Inside an Amish Quilt Shop

amish quilt shop outsideA few photos today of a quilt shop at the New Wilmington PA Amish settlement.

The New Wilmington community does not attract a lot of tourists.  But there are a few shops and businesses scattered about the settlement.

Teena’s Quilt Shop (Volant, PA)

Teena’s Quilt Shop
435 Quilt Shop Lane
Volant, PA, 16156

Teena’s quilt shop is one that doesn’t mind visitors.  Teena was kind enough to let me take a few photos.

amish quilt shop

Teena’s quilts were all piled up on the display bed.  For the sake of convenience, I only shot the top quilt.

amish quilt display

Does anyone know what this style is called?  Teena told me, but I didn’t quite catch it.  Something with “jello” in the name, it sounded like. Update: That would be “Bargello”; thanks, readers!

quilt shop amish pa

Teena sells a variety of other items as well, including candles and post cards (note the warning on the sign: “If you are grouchy, irritable, or just plain mean, there will be a $10 charge just for putting up with you!”).

amish pillows

Teena has been in business for 20 years, and is a pleasure to talk to.  While there, I picked up a copy of a home remedy book, written by her aunt, who is also Amish (Teena noted it was unusual for an Amish woman to write such a book).

If you’d like to visit Teena’s, you can find her here:

Teena’s Quilt Shop
435 Quilt Shop Lanef
Volant, PA, 16156

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    1. Lois Klobucher

      I would love to have a Amish made quilt, maybe someday, they are all so beautiful and so much love put into them

    2. Robin Miller

      Absolutely beautiful!! I want one for every bed in my house along with the matching pillows. Where is New Wilmington? I must Mapquest!

      1. Robin it is Western PA, about an hour north of Pittsburgh.

        1. Jeanne C Reyes


          I am looking for a shop that sells Bonnets- not Prayer Caps. Do you know of any shops that sell these? I am looking for 7 and I can not find any place for them.

          1. Casey


            Jeanne, if you Google “Quaker Jane” go to “plain dress”, on the left will come up a section on bonnets and head coverings, scroll to the bottom and she has a list of places that make them.

          2. Amish seamstress

            I know an Amish seamstress who might be willing to do some custom work for you. If you wish, I will ask her if she is interested. If she is, then you can email me your phone number and I will ask her to call you. My email address is

          3. Terry Berger


            If you live in the Lancaster Area, bonnets are sold at the Leacock Shoe Store and the dry goods/fabric store in Intercourse not far from Zimmermans store. Depending on the style you’re looking for, sells several different styles including Wenger Mennonite and the standing crown style worn by Lancaster Amish. Hope you find what you’re looking for.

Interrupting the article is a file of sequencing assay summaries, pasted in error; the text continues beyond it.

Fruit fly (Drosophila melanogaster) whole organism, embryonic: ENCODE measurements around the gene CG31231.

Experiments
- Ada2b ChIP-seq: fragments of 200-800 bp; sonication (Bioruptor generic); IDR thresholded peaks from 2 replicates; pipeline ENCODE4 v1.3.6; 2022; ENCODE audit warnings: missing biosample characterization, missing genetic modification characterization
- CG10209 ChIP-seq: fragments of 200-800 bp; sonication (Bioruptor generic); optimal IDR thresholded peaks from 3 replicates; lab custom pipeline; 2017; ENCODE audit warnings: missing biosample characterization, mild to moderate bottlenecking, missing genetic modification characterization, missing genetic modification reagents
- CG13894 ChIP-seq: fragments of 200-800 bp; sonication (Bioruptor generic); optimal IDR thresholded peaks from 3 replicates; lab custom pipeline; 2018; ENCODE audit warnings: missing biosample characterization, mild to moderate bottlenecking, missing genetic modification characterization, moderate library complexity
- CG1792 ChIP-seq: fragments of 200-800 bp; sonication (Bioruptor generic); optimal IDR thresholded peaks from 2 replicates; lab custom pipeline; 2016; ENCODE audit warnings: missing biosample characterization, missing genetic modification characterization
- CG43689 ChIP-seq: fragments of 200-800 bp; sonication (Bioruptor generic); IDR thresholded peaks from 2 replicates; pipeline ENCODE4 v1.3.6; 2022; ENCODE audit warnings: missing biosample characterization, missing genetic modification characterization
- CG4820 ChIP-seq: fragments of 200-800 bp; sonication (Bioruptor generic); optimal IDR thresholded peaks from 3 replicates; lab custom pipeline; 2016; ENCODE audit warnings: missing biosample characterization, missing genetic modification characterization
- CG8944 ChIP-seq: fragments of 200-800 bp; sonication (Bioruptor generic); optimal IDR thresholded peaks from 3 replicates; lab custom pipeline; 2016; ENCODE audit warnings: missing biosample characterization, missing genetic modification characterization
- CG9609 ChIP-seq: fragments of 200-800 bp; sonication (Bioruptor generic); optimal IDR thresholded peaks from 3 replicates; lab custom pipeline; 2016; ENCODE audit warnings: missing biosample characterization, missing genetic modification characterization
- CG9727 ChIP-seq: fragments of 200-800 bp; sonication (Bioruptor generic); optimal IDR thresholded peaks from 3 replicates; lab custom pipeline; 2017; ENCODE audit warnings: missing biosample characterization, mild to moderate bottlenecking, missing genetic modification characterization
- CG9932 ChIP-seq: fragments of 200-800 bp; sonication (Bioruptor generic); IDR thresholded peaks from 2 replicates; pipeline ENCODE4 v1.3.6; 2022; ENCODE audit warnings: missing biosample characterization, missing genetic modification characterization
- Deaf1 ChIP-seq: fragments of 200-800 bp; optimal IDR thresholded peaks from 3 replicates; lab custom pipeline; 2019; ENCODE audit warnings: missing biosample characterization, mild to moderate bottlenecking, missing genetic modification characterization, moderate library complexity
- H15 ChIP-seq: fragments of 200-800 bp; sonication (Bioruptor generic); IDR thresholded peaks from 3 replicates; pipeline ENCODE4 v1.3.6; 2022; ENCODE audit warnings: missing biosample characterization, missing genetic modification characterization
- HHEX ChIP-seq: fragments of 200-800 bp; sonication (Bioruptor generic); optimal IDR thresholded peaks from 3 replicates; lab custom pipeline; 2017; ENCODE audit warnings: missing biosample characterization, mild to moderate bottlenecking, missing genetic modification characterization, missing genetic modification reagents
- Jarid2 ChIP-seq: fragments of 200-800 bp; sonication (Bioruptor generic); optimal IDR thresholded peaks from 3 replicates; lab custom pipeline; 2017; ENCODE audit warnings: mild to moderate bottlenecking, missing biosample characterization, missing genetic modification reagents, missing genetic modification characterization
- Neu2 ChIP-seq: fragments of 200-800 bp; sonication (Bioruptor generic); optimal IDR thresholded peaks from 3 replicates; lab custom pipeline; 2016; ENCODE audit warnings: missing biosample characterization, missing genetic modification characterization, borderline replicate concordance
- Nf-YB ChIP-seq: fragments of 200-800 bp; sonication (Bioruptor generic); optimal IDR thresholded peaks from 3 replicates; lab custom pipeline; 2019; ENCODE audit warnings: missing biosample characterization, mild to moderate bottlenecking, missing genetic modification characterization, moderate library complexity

4. Sadie


            I am in the process of purchasing some authentic bonnet patterns, and would be available to make you some, if you like.

          5. Tina Turner

            The Cheese Shop in New Wilmington carries bonnets, both white and black.

        2. Dee Byers

          Amish quilts

          I have been to this shop. The true Amish colors are nothing short of striking! The prices are all fair. I have also been to many quilt auctions in the New Wilmington area. Beautiful quilts, lots with Amish colors. I have Amish friends in Lancaster area also in the Holmes County, Ohio area. Several quilters. I have an Amish made quilt, Double Wedding Ring in pinks and greens made by the Newswanger girls in 1988. It is beautiful with many tiny stitches. I have an Amish friend in Lancaster area who paints quilts, watercolors. She does many paintings also post cards. Her name is Susie Riehl. Great way to have a beautiful collection of quilts in a small space!

    3. Robin Miller

      Thanks Erik. Not anywhere where we’ll be traveling next month. We’re coming up to Lancaster Co. for a long weekend … 🙂

    4. Amish quilts

      I have a lovely blue/white/yellow quilt on my bed that was made by an Amish quilter. It’s a log cabin/star pattern, and we purchased it on a visit to the People’s Place quilt shop and museum in Lancaster County. I have to go back there about once a year because I love looking at the displays and the new quilts!

      Marta Perry

    5. Lee Ann

      That quilt that is displayed is called a Bardello quilt. You use several strips of fabric and sew them together and then cut and sew again. You can use rainbow colors or anything and it has quite an effect as you can see. One of the most beautiful quilts you can make.

      1. Vee Keith


        The Quilting pattern is called “Bargello”. It comes from a pattern found in the Bargello Palace in Florence.

        1. Vee Keith


          It is pronounced like ‘Jello’.

    6. Quilts and Bonnets

      I am planning to make quilts this fall and winter, one for our granddaughter and one for ourselves. Jeanne, what sort of bonnets are you looking for? I have some listings at my blog, “Anglican, Plain” as well. I make sun bonnets, but if it is black bonnets you want, try Plain n Simple Headcoverings. Please keep in mind that the plain bonnet is not just a hat, but also a symbol of our faith, as is the prayer kapp. They are also expensive, as they are hand made. I doubt if most plain women have more than one or two bonnets all their lives.

    7. Jane Reeves

      What a beautiful quilt!!! I have made several quilt tops and had them quilted but have never tried to quilt. I would love to have an Amish quilt!!! I lived not far from Arthur Illinois. Do you know if anyone that sells Amish quilts there?

    8. Traci

      The technique is Bargello, most commonly used in needlepoint but applied here to a quilt. Very pretty!